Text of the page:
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The Role Media Plays in Corporate Governance

In 1990, giant tuna producing companies in the U.S decided to market their products as "dolphin-safe" after a video of a Panamanian tuna boat killing hundreds of dolphins came into the mainstream broadcast networks. This decision to sell only dolphin-safe tuna resulted from large scale public outrage and boycotting, which was directly influenced by the media coverage. In India, the massive news coverage of the Harshad Mehta scandal and the Satyam scandal has forced the corporates to bring greater transparency and instigated discussions on the responsibilities of directors in the mainstream discourse. Without a doubt, the media, particularly the financial press, have a significant influence in influencing and shaping corporate policies and governance. As information technology and social media flourishes, corporate governance and their internal mechanisms are no longer in an obscure state. The vigilant presence of the financial press and vibrant journalism have enhanced a sensationalist atmosphere for corporate misdemeanors. In this manner, the directors are forced to pay attention to what the media says.

The media's role in corporate governance is often compared to that of a lever. Various groups of people use it for multiple purposes, from disenfranchised shareholders trying to prove the shortcomings of managers and directors, to environmentalists who want to bring attention to the ecologically harmful ways certain companies operate. The degree of media's influence in changing corporate policies varies from case to case. Sometimes they simply bring crucial facts about corporates to the customers, and some other times their sensationalist coverage might even force the directors to behave in society's interests. In any case, the media has a looming presence in corporate governance and fills gaps that government agencies are unable to fill due to their limitations. According to Dyck and Zingales (2002), the media exerts its influence via three channels. First, they drive politicians to introduce corporate law reforms or enforce corporate laws. They do this because they believe that their inaction can affect their reputation in front of the public eye. Secondly, it puts pressure on the managers to take care of the shareholder's money. Thirdly, media attention affects corporates' reputation at large in the eyes of society. They are left with no choice but to consider the societal norms.

Most of the time, the media make use of the disclosures and released data to find out facts about corporate governance. For instance, most countries have Pollution Prevention Acts, which identifies the major pollutant companies and their contributions. The media publicises this data or makes a ranking list. Companies ranked high would voluntarily take measures to clean up and reduce their emission, fearing public perception and reputation. A case like this happens without any legal reformations or governmental interventions. Hence, public opinion pressure generated by an active press forces private sector organisations to self regulate and improve governance.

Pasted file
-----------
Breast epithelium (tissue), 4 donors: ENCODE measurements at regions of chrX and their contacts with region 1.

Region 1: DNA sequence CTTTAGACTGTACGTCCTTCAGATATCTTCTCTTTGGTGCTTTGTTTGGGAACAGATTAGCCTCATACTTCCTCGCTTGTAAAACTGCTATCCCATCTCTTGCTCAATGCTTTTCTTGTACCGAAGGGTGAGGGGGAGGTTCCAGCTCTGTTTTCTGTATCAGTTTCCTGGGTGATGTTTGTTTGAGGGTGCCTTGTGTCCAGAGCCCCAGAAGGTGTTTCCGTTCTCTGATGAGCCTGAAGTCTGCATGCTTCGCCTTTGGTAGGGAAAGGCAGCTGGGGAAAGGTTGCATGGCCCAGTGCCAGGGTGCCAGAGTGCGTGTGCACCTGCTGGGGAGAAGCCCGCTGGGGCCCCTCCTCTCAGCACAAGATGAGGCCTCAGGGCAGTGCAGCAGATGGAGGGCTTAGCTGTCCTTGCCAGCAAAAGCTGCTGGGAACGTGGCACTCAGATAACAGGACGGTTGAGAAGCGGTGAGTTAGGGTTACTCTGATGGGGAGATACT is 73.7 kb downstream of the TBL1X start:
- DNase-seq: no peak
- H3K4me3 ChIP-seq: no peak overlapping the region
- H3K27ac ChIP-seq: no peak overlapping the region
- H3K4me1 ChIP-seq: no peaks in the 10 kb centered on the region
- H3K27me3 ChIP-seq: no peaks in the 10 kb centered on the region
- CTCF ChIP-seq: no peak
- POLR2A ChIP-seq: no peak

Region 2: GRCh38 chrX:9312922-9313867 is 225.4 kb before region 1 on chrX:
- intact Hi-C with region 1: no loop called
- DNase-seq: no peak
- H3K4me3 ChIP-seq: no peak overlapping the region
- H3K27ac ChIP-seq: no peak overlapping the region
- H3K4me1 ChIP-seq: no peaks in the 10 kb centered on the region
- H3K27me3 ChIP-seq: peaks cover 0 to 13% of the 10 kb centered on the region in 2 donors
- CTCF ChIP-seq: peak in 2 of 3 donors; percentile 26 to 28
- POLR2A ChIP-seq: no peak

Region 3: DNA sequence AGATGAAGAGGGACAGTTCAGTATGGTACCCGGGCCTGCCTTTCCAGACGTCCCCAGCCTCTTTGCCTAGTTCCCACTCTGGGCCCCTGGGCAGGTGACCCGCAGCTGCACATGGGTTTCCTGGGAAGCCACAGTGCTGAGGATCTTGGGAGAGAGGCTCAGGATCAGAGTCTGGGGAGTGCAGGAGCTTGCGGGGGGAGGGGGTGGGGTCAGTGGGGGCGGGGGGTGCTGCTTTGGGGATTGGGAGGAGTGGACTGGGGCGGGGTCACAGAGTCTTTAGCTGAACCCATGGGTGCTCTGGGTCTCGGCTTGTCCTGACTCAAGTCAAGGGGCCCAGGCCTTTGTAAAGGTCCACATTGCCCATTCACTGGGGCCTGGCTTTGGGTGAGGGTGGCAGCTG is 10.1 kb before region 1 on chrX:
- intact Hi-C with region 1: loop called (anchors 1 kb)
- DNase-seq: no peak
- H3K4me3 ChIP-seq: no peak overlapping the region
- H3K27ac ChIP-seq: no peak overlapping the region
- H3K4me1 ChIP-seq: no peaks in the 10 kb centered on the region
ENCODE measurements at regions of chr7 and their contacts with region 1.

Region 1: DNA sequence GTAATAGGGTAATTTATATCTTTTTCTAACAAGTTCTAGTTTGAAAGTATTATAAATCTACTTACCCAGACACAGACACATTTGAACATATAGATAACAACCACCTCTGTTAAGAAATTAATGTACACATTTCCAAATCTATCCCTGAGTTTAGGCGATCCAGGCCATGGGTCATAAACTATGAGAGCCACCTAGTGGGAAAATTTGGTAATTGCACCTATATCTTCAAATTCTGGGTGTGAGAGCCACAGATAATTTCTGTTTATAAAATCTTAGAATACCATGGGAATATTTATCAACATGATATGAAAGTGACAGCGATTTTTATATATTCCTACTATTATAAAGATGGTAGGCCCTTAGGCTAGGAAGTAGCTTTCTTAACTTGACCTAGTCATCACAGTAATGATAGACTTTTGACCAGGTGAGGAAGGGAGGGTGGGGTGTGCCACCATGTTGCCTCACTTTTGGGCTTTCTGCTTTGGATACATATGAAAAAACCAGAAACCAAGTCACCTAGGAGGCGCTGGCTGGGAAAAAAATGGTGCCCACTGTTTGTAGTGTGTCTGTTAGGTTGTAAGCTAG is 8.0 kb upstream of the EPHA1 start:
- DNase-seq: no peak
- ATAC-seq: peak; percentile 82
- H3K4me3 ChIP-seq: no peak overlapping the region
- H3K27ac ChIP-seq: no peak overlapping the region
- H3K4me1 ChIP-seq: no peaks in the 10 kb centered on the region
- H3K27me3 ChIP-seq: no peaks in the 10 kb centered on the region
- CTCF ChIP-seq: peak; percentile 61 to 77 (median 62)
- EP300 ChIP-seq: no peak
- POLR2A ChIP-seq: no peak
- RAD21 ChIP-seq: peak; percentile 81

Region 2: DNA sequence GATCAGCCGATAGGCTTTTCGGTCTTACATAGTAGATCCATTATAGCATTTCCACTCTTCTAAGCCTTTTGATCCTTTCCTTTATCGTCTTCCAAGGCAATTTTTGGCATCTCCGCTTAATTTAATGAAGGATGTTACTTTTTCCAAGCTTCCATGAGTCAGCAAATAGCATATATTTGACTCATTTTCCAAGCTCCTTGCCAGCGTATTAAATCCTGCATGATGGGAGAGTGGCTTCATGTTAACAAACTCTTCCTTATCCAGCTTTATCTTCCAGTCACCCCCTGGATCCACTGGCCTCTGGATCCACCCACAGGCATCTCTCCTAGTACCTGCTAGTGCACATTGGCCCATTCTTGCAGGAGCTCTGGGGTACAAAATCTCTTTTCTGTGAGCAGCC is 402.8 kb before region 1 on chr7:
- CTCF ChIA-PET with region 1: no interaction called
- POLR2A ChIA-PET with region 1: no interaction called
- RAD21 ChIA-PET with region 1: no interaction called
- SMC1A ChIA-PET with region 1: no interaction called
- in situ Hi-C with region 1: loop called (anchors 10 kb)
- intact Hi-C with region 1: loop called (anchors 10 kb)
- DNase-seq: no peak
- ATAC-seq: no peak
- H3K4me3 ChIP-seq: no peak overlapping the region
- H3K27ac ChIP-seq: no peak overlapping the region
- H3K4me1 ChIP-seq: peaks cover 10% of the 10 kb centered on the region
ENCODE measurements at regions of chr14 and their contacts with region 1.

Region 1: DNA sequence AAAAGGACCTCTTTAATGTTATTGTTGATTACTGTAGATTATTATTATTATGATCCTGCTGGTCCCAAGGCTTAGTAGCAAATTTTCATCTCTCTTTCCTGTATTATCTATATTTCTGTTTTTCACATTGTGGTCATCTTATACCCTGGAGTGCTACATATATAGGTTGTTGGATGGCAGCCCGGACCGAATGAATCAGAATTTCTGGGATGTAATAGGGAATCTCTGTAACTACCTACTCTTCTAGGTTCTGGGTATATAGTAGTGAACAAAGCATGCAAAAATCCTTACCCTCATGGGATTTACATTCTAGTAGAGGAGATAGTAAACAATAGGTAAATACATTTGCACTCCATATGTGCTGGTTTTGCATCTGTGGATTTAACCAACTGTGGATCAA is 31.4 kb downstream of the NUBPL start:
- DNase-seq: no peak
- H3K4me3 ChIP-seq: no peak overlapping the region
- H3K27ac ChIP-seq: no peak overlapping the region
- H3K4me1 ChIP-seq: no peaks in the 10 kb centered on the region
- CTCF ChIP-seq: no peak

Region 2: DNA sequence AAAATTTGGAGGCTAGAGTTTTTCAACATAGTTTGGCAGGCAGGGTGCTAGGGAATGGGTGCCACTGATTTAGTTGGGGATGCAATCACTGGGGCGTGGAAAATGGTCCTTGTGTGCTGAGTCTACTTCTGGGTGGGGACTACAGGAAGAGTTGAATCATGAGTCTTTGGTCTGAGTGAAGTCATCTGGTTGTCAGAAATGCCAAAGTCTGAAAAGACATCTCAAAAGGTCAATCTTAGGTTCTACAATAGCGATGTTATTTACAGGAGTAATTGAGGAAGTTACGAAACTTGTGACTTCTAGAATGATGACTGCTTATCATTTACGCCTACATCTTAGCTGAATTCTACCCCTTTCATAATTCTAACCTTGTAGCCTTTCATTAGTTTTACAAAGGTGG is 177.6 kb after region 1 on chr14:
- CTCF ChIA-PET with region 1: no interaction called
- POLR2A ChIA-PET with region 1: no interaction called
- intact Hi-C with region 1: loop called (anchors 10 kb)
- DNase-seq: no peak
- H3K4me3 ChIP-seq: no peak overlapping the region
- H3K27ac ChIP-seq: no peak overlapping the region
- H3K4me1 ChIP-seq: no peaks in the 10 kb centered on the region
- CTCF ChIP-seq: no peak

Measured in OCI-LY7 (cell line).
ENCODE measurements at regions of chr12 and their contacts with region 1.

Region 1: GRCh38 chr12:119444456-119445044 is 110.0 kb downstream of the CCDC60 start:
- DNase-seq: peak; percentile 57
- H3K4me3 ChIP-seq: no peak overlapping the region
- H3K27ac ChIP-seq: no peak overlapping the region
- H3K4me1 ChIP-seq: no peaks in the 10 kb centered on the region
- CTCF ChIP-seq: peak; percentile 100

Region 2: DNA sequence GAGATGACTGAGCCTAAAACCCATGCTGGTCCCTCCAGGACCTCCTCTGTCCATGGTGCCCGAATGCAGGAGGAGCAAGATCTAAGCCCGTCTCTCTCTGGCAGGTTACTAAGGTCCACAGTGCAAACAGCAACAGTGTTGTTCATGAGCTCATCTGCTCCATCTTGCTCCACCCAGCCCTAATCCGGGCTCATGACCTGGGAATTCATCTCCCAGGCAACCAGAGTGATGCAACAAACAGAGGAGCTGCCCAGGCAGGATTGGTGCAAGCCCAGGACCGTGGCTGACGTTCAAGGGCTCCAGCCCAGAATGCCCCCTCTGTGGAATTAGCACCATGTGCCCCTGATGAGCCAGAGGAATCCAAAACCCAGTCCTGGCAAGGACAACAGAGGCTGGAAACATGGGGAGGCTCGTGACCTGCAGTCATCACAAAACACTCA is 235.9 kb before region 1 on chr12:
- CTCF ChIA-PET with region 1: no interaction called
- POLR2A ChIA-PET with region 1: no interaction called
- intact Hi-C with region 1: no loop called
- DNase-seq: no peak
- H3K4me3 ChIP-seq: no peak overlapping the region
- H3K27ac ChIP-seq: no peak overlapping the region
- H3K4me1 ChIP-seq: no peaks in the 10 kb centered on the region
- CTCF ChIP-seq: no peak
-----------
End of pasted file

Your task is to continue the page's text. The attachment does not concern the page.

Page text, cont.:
It is widely assumed that the news media is primarily an entity that gathers and disseminates information. However, their motivations and incentives for keeping corporations in check are not given due consideration. This calls into question the issue of the credibility of news media. With its power, media can shape public opinion and views. Like how media can bring transparency to corporate governance, it can also obscure the motives and interests behind certain corporate decisions. It is tempting for the journalists to get associated with the corporate parties and enjoy monetary benefits for not revealing compromising information. However, if such alliances are brought into the light, it affects the news media's credibility. Dyck and Zingales (2002) also state that there exists a competitive environment for media houses. If a newspaper agrees not to publish a bad news story, then the same story is likely to be scooped by another newspaper leading to the loss of credibility. Unfortunately, most media houses today are owned by big businesses who would naturally not be inclined to publish any negative news about their sister companies. It is up to the few remaining independent news bodies to report the information correctly.

Selective coverage and sensationalism are important aspects of the media's role in corporate governance that must not be overlooked. The impact of the media on corporations and public perceptions is ultimately determined by its entertainment value. The U.S savings and loan crisis of the 1980s did not receive much attention from the public because it was "too complicated and boring for mainstream journalism". On the other hand, environmental issues generate public backlash and scrutiny mainly because environmental problems can be explained through images and visual media, while corporate scandals are hard to explain to the general audience as they might not have the foundational understanding in place.

When discussing the role of the media in corporate governance, we must keep in mind the specific ways in which the media covers scandals, as well as how their effectiveness varies over time and case. In a broader sense, media intervention promotes good corporate governance by increasing shareholder wealth and requiring managers to consider public demands. However, we must also consider the possibility that media organisations have their own set of interests, as well as a proclivity to fall victim to cognitive biases. These factors can have an impact on the effectiveness of media coverage and the ability of the media to hold executives accountable.

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